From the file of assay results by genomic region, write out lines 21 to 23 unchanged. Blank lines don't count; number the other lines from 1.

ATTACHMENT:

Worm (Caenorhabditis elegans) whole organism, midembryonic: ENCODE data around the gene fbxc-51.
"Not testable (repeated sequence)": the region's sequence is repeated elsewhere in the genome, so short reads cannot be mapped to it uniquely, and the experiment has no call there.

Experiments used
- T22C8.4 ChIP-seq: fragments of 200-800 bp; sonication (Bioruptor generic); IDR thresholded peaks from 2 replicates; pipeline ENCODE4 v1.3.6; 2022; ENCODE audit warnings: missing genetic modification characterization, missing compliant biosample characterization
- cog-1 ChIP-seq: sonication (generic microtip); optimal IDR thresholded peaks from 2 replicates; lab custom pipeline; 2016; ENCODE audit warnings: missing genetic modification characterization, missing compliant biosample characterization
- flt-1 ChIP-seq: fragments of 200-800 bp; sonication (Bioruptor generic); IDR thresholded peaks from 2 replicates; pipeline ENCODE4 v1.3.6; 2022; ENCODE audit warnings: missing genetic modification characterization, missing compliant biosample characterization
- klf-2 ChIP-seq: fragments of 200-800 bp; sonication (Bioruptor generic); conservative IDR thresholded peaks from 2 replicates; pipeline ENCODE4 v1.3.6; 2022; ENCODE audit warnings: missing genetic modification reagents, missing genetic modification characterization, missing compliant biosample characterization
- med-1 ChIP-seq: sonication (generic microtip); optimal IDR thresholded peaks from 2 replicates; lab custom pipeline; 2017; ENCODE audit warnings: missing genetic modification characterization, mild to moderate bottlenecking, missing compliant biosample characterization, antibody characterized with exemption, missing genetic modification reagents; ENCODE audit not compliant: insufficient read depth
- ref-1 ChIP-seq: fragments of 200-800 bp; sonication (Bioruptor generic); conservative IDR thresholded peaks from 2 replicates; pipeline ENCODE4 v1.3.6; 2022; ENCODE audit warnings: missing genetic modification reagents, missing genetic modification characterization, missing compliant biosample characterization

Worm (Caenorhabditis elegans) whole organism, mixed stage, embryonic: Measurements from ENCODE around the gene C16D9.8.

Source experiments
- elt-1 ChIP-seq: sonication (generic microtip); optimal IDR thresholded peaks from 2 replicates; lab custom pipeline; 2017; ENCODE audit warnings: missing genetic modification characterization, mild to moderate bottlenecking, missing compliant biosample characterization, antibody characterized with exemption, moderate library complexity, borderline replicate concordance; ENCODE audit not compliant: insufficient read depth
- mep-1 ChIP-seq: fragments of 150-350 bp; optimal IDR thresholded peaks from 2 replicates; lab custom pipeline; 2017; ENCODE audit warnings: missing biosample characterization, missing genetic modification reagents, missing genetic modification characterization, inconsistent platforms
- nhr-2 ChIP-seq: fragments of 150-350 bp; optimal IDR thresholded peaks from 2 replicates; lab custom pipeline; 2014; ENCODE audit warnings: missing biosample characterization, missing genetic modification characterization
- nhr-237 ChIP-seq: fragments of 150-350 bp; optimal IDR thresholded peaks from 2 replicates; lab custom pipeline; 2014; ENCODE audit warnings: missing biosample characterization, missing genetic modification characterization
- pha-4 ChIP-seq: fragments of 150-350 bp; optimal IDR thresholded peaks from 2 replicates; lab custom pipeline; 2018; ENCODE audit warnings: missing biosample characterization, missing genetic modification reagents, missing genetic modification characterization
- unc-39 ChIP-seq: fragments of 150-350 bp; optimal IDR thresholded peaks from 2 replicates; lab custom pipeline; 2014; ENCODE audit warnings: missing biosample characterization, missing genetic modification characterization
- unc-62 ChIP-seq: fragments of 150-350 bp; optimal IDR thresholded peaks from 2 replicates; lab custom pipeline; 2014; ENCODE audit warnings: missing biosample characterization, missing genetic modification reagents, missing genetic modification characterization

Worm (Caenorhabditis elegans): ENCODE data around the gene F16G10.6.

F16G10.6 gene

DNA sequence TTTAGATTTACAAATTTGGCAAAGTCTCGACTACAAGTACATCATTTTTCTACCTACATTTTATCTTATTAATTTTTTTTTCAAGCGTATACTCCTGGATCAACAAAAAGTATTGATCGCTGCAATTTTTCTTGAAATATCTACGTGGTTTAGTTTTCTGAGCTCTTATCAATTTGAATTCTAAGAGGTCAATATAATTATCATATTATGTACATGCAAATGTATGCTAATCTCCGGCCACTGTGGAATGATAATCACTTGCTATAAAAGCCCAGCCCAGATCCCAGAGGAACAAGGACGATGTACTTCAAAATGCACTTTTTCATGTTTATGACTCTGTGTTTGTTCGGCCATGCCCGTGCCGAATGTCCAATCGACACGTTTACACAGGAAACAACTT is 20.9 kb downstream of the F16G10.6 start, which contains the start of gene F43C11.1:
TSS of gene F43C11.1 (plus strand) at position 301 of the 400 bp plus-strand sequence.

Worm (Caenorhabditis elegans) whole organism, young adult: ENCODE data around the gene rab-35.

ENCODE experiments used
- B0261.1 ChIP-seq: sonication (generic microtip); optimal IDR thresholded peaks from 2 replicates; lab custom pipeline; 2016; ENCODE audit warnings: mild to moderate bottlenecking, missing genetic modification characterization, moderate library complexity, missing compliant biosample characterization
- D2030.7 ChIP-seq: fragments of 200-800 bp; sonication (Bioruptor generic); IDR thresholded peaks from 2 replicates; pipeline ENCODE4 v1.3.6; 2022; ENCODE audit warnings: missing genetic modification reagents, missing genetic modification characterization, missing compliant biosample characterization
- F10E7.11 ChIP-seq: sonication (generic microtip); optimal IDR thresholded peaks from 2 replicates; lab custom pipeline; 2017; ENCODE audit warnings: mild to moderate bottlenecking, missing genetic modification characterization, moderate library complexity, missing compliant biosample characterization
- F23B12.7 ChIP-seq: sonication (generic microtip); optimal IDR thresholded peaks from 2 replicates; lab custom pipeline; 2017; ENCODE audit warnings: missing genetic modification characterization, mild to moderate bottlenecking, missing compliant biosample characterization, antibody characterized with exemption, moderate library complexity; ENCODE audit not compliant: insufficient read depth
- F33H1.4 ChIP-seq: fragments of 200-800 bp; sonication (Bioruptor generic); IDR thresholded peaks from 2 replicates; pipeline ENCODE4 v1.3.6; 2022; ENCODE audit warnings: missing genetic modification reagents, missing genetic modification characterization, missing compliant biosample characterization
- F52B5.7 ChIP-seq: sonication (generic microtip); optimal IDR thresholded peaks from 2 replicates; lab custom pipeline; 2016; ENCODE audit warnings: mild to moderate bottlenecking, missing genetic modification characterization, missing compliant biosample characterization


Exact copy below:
DNA sequence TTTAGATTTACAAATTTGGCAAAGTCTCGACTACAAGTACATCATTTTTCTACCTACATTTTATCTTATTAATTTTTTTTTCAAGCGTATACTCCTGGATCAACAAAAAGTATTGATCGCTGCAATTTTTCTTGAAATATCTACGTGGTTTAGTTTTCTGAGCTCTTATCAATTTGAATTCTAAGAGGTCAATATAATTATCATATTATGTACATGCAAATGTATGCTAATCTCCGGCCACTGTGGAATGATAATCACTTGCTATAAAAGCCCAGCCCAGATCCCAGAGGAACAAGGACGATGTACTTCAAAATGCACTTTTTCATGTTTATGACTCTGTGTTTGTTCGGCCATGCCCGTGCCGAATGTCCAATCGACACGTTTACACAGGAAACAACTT is 20.9 kb downstream of the F16G10.6 start, which contains the start of gene F43C11.1:
TSS of gene F43C11.1 (plus strand) at position 301 of the 400 bp plus-strand sequence.

Worm (Caenorhabditis elegans) whole organism, young adult: ENCODE data around the gene rab-35.